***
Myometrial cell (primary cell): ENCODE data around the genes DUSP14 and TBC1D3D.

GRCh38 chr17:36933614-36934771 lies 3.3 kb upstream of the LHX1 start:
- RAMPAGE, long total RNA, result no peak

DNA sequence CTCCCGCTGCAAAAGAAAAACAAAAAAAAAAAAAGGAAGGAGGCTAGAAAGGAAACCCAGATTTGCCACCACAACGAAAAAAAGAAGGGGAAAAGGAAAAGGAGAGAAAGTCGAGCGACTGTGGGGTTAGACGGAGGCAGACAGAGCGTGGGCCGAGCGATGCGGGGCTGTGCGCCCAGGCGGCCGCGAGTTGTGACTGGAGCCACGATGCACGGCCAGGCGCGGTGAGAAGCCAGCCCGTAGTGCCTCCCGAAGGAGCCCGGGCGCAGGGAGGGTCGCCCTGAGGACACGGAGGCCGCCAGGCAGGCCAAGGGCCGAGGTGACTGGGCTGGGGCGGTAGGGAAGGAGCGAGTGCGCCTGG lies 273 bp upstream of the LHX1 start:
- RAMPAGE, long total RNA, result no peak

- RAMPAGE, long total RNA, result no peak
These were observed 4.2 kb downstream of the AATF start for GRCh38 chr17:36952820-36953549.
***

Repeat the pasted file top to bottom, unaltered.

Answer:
Myometrial cell (primary cell): ENCODE data around the genes DUSP14 and TBC1D3D.

GRCh38 chr17:36933614-36934771 lies 3.3 kb upstream of the LHX1 start:
- RAMPAGE, long total RNA, result no peak

DNA sequence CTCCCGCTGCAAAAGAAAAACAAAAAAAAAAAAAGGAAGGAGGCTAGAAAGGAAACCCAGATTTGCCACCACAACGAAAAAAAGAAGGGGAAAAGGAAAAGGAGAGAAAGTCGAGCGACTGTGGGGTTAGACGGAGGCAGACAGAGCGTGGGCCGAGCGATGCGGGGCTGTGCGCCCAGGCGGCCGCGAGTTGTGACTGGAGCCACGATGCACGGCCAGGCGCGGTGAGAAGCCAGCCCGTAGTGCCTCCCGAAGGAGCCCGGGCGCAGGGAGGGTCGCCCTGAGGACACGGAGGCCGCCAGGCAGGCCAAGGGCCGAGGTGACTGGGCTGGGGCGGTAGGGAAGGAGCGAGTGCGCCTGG lies 273 bp upstream of the LHX1 start:
- RAMPAGE, long total RNA, result no peak

- RAMPAGE, long total RNA, result no peak
These were observed 4.2 kb downstream of the AATF start for GRCh38 chr17:36952820-36953549.